The United States is moving toward restoring full military relations with Indonesia after a three-year hiatus. Washington has also decided to give Indonesia more than $50 million in aid to improve its security forces. Analysts say these steps may give a renewed sense of legitimacy to the Indonesian army, whose image has suffered because of the army's alleged involvement in atrocities in East Timor.

For decades, the United States was a major source of support to the Indonesian army - providing training and sophisticated weaponry. During the Cold War, the United States saw the Indonesian government as a staunch anti-communist bulwark in a region with many potential and real adversaries. But human rights groups opposed U.S. support for the Indonesian military, seeing it as endorsement of hardline tactics by Indonesian security forces against political and ethnic dissent.

In 1999, Washington suspended its military relations with Jakarta after the Indonesian army was implicated in violence that wracked East Timor at the time of its referendum on independence.

Now, prompted partly by the U.S.-led war on international terrorism, U.S.-Indonesian military ties are on the mend. Secretary of State Colin Powell, during his recent visit to Jakarta, announced that the United States will provide more than $50 million in aid to Indonesian security forces.

Most of the money will go to the Indonesian police. Some is earmarked for training the army in counter-terrorism measures and a small amount ($400,000) needs U.S. congressional approval to be used for military education.

Analysts say the resumption of U.S. aid may boost the army's standing in Jakarta. "We still have to see what effect the American support will have. I think it is considerable," said Daniel Lev, a specialist on Indonesian politics at the University of Washington. "And I think the political leadership of the army is overjoyed by this renewal of the connection, even though there is very little money provided as yet for the army. It's basically for training of officers here. What's important about it is the symbolic support. It is a relegitimation of the army."

Professor Lev says although the Indonesian army is losing its reserved seats in the country's parliament, its political influence will remain strong and will be boosted by the resumption of ties with Washington.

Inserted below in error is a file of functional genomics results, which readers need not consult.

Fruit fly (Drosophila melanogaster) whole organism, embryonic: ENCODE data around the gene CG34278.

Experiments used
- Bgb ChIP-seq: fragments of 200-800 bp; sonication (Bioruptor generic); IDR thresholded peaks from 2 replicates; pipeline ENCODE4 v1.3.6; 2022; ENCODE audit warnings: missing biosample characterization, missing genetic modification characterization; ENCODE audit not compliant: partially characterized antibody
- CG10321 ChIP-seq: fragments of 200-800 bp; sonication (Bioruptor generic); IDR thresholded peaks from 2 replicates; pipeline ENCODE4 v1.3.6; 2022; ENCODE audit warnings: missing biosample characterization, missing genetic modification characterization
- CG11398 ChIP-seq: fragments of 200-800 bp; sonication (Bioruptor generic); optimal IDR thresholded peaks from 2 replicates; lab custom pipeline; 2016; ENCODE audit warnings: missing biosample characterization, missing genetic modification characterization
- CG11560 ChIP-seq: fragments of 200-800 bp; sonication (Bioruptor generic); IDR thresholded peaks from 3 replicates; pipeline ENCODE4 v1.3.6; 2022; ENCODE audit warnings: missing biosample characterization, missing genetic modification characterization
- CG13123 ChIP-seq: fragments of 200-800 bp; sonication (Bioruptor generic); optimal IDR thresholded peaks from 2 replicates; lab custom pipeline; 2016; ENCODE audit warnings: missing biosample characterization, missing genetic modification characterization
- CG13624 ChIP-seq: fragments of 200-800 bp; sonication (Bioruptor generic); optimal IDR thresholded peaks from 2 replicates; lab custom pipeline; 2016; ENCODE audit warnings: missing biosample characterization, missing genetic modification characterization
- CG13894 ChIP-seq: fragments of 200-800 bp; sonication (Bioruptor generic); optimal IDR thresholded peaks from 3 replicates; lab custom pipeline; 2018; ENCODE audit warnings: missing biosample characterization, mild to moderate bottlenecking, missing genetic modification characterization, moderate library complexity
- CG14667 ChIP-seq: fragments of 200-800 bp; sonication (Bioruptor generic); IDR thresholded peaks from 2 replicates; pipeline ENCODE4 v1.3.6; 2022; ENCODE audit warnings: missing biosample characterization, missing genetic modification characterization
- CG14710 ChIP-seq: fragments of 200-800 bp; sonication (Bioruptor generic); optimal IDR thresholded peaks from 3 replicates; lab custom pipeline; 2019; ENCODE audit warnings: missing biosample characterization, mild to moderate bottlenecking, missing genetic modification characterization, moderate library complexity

Kelley Currie, who watches political developments in Indonesia, agrees that renewed military ties may be good for the army's self esteem.

"It may serve internally to boost their morale and to restore some of their lost sense of well-being, because they certainly have taken a beating in the past three or four years, when the practices of the military have become very much public information within Indonesia and it has tarnished their image internally," said Ms. Currie, who is deputy director for Asia with the International Republican Institute. "But it doesn't really do much, having improved relations on a mil-to-mil basis with the United States, doesn't really do much for the Indonesian military in terms of their image with the Indonesian public, in my opinion."

Professor Lev agrees that not everyone in Indonesia is pleased with the prospect of U.S. support for the army, and he points to protests outside the U.S. embassy in Jakarta during Secretary Powell's visit.

"You will notice that students are demonstrating against that renewal of support," he said. "And many, many other people are very distressed by this, because they understand that the politics of it is much like the politics of 1957, when the United States supported the army for Cold War reasons. Now, it's for reasons of Islamic radicalism."

Indonesia is the world's most populous Muslim country. While most of the population follows a moderate version of Islam, there are some radical groups, and a few that engage in violence for local political or separatist purposes. Some militant Indonesian muslims are suspected of links with Al Qaida, the international terrorist organization. Ms. Currie says the United States may want better cooperation with Indonesia's military in order to combat international terrorism, but she says that's not what the Indonesian people are told.

"In the news that's for local consumption, about this improvement in relations with the United States, the spin on it is very different than what we get and what we see on this side," she said. "They are very clear to draw a bright line between any cooperation with the United States on security issues and the war on terror. The Indonesian military leadership does not want to be associated with the war on terrorism."

Ms. Currie says the Indonesian army does not believe its domestic credibility or popularity are enhanced by joining the United States to fight Islamic militants.